Self Assessment tax return: Taxpayers urged to appeal penalties as HMRC ‘gets it wrong’ | Personal Finance | Finance


Self Assessment tax return payments must be made by midnight January 31 and these bills are usually associated with the self-employed. Any sole traders who earned more than £1,000 over the previous year or partners in a business partnership must pay their tax within the next few days.

Should the deadline be missed, an initial penalty of £100 may be issued and if it is continuingly delayed additional amounts and interest will be added.

However, UHY Hacker Young, the national accountancy group, looked into HMRC’s latest figures and found HMRC cancelled over 60 percent of late payment penalties last year.

As a result of these findings, UHY Hacker Young urged taxpayers to appeal if they feel any fines levied against them were wrongly imposed.

to put this into monetary terms, UHY Hacker Young revealed that of the £275million in penalties levied last year, £167million was later completely cancelled.

READ MORE: Self Assessment tax alert: Self-employed to face double taxation

“HMRC certainly gets it wrong at times and will correct its mistakes when presented with the evidence.

“Ultimately, taxpayers will be responsible for spotting any mistakes straight away, as once HMRC receives a payment, in their eyes the case is closed and won’t be looked at again.”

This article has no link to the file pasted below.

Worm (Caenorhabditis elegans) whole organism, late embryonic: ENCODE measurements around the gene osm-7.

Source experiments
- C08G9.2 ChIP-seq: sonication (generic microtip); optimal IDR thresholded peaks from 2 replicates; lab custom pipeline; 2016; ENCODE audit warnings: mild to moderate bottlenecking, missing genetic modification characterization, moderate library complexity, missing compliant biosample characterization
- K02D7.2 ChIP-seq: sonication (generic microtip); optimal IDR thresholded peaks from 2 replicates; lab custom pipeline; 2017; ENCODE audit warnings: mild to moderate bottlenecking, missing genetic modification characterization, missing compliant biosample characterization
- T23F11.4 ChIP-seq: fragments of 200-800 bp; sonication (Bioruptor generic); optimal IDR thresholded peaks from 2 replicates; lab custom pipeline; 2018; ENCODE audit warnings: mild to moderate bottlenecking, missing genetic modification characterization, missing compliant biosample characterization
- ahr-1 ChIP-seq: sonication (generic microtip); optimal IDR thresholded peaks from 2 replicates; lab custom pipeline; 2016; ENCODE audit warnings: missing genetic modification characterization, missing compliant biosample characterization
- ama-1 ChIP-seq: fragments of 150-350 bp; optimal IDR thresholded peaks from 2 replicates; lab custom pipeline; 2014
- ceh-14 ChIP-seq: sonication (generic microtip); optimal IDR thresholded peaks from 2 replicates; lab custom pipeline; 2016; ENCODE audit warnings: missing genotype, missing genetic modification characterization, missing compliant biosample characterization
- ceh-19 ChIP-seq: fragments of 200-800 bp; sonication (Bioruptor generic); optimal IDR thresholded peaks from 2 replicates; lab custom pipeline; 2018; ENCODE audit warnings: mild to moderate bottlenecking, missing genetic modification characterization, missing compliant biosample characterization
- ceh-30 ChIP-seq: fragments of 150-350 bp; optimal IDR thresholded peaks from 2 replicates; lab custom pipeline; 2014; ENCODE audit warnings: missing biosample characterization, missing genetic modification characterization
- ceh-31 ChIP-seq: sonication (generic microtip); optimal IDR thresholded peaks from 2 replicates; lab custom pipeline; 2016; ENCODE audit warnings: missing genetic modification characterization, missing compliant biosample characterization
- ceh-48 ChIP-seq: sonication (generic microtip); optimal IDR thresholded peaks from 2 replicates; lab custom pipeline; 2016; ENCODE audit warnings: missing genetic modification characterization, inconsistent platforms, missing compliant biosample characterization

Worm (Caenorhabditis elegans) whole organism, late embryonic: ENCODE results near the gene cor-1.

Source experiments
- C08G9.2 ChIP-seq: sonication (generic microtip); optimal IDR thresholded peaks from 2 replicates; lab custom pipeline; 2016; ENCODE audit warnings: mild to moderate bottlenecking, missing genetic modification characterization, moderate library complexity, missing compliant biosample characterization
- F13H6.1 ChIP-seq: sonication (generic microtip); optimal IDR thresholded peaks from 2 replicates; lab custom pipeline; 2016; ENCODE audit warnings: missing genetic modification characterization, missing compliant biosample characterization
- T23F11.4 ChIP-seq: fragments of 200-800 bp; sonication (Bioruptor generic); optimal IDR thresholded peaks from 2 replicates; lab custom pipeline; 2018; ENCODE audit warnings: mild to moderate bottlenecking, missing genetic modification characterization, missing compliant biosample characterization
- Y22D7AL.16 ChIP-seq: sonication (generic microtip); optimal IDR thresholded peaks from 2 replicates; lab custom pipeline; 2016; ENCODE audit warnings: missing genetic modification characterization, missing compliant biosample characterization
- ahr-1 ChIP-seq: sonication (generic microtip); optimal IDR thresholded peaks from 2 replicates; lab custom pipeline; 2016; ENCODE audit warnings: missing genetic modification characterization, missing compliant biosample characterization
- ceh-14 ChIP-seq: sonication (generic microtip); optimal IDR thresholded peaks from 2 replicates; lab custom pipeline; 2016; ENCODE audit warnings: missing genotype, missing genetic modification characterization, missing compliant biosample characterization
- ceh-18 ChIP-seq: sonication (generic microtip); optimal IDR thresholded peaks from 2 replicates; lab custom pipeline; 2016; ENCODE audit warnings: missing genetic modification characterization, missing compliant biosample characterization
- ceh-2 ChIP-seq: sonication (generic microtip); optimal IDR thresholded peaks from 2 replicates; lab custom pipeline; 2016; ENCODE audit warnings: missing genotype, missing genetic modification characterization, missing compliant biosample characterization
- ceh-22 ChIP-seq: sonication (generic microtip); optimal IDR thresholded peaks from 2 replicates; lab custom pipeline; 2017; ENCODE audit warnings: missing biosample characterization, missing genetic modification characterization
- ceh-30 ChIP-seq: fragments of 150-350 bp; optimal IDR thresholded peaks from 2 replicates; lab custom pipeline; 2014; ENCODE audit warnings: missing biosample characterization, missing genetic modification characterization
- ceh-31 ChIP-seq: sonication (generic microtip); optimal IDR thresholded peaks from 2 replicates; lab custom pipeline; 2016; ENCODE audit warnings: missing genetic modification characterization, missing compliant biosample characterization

UHY Hacker Young highlighted taxpayers can set up an online payment plan for tax bills up to £30,000 to spread repayments over a 12-month period.

Since October 2020, £69.1m in overdue tax has been rescheduled by nearly 25,000 taxpayers via these ‘self-serve’ Time to Pay arrangements according to their analysis.

Tax affairs and returns themselves can be very complicated to manage but fortunately the Government provides guidance on the following:

  • Capital Gains Tax if a person sold certain assets like property or shares
  • Expenses if a person’s an employee or self-employed
  • Child Benefit if a person’s income is over £50,000
  • Tax on income from renting property
  • Tax on savings interest
  • Tax returns for business partnerships
  • Tax on income from abroad – or on UK income if a person lives abroad

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